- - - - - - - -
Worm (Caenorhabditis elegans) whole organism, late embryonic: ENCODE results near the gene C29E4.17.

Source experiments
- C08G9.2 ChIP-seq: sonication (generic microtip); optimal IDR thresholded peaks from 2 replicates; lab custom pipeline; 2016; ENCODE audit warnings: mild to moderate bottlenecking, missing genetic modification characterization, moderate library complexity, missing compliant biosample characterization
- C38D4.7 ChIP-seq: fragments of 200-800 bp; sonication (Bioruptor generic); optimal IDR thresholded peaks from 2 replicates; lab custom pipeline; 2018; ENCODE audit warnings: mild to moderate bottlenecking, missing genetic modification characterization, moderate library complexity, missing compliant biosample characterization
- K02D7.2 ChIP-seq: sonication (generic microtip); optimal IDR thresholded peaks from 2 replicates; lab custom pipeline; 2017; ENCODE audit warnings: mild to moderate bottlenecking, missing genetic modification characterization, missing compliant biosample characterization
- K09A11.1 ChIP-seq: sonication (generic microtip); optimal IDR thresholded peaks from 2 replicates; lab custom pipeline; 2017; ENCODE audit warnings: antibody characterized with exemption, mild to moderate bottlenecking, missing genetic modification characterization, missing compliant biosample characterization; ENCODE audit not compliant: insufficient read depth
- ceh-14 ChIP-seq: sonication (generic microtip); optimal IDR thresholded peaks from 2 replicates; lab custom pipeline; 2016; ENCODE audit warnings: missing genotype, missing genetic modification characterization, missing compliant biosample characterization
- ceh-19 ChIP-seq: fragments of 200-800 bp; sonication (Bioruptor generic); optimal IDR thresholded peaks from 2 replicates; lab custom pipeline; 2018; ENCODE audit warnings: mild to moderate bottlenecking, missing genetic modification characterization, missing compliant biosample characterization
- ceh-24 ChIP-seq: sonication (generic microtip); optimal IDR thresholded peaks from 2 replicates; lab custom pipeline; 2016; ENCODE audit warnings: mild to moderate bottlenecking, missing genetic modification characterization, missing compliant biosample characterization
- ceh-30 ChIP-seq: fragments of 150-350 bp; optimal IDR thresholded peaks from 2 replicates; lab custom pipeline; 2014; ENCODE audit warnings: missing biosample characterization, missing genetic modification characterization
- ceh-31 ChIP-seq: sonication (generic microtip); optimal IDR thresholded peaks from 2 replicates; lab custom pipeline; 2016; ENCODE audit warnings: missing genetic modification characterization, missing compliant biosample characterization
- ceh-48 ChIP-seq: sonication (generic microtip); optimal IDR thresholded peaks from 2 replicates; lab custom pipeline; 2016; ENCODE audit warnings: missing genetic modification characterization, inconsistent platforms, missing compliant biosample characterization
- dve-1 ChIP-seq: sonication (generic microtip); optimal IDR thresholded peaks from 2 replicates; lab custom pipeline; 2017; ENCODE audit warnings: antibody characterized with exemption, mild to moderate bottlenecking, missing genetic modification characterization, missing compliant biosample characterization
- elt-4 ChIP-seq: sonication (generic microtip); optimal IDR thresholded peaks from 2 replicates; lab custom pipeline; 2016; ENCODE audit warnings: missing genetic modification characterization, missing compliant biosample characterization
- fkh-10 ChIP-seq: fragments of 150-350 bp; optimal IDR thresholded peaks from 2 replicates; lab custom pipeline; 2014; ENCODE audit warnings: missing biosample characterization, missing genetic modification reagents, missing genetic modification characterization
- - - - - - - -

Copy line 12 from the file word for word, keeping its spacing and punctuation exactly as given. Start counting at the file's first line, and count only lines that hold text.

- ceh-48 ChIP-seq: sonication (generic microtip); optimal IDR thresholded peaks from 2 replicates; lab custom pipeline; 2016; ENCODE audit warnings: missing genetic modification characterization, inconsistent platforms, missing compliant biosample characterization